Will my clothes get damaged by hanging on a hanger for too long?

Yes. But not all items. Clothes made from cotton or synthetic fibers can bounce back pretty well after a wash. It's the more premium fabrics like cashmere and silk that you need to watch out for. Once the fibers are stretched or pulled, they don’t come back, even with a wash or dry clean. 

It's really important to ensure you have the proper sized and shaped hangers to help your clothes hang properly without getting stretched. The most vulnerable part of your clothes are the shoulders. This is where you have pressure from the weight of the garment and also where the hanger stops. It's also, unfortunately, where hangers tend to have pointy ends! 

According to Healthline.com, the average size of a woman’s shoulders (the boney bits) is 14.4in wide. Put a little muscle and skin on that and you end up somewhere between 15 and 16 inches wide. Given that the standard hanger you buy in a store is 17 inches wide, you are clearly going to run into trouble as a woman when it comes to hanging delicate items. So, for women, finding a smaller sized hanger is absolutely critical to ensure that the ends of the hanger don’t stick into the shoulders and leave bumps. Where there are bumps, there is risk of damage.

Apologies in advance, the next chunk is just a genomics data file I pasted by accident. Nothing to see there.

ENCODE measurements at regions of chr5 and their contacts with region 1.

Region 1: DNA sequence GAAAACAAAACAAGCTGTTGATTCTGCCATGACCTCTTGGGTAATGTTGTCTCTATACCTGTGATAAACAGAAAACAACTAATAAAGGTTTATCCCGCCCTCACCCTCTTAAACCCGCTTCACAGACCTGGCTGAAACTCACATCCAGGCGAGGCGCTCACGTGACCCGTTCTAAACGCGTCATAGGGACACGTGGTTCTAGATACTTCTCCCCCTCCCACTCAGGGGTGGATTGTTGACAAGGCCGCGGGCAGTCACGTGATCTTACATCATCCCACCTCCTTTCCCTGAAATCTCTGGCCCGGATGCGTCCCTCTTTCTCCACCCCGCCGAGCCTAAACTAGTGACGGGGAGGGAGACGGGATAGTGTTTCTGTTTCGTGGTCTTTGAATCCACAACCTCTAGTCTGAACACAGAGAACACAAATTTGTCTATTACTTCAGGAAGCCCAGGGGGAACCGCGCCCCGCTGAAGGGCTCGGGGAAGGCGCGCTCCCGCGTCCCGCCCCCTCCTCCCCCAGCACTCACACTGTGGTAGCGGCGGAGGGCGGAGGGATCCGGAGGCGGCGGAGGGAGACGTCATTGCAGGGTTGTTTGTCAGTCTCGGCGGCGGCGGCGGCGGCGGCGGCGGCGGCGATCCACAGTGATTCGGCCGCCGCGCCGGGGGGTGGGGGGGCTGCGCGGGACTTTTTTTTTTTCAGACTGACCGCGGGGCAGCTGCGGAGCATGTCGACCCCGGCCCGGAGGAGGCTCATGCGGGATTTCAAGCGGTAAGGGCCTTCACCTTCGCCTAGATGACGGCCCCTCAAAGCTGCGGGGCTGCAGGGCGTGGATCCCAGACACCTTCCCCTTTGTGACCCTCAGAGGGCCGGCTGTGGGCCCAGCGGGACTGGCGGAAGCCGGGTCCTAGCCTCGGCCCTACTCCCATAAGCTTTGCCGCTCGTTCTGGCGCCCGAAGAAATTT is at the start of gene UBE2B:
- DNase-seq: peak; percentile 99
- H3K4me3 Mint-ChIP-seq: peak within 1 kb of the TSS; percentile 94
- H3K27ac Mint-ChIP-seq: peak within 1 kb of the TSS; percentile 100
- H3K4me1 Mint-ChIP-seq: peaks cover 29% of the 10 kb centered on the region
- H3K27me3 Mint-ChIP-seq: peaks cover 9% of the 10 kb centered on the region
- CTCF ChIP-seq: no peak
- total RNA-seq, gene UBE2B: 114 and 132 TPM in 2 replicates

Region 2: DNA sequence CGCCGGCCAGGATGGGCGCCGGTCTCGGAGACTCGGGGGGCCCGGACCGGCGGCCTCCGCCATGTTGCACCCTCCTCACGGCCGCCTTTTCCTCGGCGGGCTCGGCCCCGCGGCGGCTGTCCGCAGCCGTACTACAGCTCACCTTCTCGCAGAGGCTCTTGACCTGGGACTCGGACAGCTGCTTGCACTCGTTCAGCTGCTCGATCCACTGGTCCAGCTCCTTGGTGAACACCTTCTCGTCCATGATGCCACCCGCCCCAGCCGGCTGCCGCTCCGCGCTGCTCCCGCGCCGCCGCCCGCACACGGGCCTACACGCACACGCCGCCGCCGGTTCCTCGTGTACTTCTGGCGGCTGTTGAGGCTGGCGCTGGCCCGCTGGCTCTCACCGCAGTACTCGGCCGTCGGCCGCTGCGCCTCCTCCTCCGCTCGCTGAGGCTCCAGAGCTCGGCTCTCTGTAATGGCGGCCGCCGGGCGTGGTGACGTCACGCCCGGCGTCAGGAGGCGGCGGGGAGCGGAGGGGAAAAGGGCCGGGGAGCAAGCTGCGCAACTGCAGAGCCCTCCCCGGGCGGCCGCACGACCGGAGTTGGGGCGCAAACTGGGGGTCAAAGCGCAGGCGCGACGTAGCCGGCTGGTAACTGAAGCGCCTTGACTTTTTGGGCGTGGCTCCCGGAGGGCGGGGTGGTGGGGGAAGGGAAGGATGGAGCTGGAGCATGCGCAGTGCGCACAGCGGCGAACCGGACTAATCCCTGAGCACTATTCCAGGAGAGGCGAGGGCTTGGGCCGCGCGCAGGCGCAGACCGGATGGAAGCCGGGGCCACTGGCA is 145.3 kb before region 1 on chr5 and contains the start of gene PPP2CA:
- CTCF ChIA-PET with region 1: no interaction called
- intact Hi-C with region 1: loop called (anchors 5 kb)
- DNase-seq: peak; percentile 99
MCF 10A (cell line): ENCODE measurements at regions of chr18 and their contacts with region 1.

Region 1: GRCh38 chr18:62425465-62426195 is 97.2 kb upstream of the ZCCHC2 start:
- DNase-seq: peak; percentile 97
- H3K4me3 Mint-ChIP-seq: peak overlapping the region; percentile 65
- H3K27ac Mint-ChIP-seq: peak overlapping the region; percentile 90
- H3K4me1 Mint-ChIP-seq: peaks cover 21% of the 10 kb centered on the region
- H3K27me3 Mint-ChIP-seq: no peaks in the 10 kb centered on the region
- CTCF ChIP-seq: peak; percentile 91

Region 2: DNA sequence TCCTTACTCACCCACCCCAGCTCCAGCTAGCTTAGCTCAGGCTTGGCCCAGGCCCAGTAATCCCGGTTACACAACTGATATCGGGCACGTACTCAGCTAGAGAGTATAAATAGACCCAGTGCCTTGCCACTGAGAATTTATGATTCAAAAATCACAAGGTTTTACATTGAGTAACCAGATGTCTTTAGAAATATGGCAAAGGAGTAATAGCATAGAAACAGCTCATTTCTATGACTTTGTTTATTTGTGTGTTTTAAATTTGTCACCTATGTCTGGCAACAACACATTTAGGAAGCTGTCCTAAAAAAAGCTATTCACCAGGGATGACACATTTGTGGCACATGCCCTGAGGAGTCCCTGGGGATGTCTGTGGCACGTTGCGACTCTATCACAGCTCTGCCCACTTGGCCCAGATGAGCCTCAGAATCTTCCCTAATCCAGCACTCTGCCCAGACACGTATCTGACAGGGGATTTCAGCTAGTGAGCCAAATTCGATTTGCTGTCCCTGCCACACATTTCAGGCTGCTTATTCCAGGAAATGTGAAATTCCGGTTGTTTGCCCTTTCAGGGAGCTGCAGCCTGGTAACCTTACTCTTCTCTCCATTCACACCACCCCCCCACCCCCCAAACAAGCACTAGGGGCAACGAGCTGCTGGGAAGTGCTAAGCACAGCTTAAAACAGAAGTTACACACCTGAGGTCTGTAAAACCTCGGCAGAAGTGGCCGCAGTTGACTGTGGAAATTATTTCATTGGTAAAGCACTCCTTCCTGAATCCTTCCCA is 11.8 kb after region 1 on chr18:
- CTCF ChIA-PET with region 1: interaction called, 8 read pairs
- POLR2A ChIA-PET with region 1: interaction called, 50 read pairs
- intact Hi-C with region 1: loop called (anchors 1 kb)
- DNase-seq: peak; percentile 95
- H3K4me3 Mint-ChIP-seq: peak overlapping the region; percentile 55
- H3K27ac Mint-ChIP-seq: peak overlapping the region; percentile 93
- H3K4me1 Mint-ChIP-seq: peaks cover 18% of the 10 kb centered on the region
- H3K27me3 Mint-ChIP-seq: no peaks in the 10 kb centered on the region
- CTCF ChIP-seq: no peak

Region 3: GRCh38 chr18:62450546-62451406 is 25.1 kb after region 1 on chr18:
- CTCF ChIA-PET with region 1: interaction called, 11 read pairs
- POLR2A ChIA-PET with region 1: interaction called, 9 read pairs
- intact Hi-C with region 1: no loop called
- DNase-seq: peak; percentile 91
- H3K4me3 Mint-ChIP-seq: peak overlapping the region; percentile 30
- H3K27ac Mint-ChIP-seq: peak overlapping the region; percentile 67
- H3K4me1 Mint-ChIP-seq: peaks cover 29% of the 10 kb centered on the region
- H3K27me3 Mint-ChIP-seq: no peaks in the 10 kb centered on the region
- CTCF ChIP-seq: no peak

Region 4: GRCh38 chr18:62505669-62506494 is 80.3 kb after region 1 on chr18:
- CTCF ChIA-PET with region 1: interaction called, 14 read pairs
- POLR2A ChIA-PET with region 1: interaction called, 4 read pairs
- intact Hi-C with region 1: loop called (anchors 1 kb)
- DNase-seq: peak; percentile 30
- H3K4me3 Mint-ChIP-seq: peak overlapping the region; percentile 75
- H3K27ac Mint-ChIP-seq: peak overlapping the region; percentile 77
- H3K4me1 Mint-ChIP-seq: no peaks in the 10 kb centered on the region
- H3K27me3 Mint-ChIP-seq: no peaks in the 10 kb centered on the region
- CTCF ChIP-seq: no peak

Key things to look for in a hanger when you want to protect your clothes are:

  1. The right size for your clothes. Especially if you’re a woman a smaller hanger is critical to have to protect your wardrobe.
  2. Rounded ends. The more rounded the end of the hanger the better. We don’t have pointy shoulders, so why are our hangers so pointy? These points are what cause the damage, so stay away from them. 
  3. A more gentle slope. Many hangers have a very steep slope, but this isn’t what our shoulders actually look like. So look for a hanger that is less steep so that your clothes hang straight on them and don’t get weird wrinkles around the neck. 
  4. A good finish. Plastic hangers often have flash - bits of extra plastic that leaked through where the two halves of the tool came together. That is a surefire way to get a pull in your silks and satins. I prefer wood because most wood has a very well sanded and polished finish which is perfect for your delicate fabrics. 
  5. Robust construction. Anyone else ever had to deal with broken hangers?? I once found my nice leather jacket lying on the floor because the hanger broke. Yikes. 

Happy Hanging.



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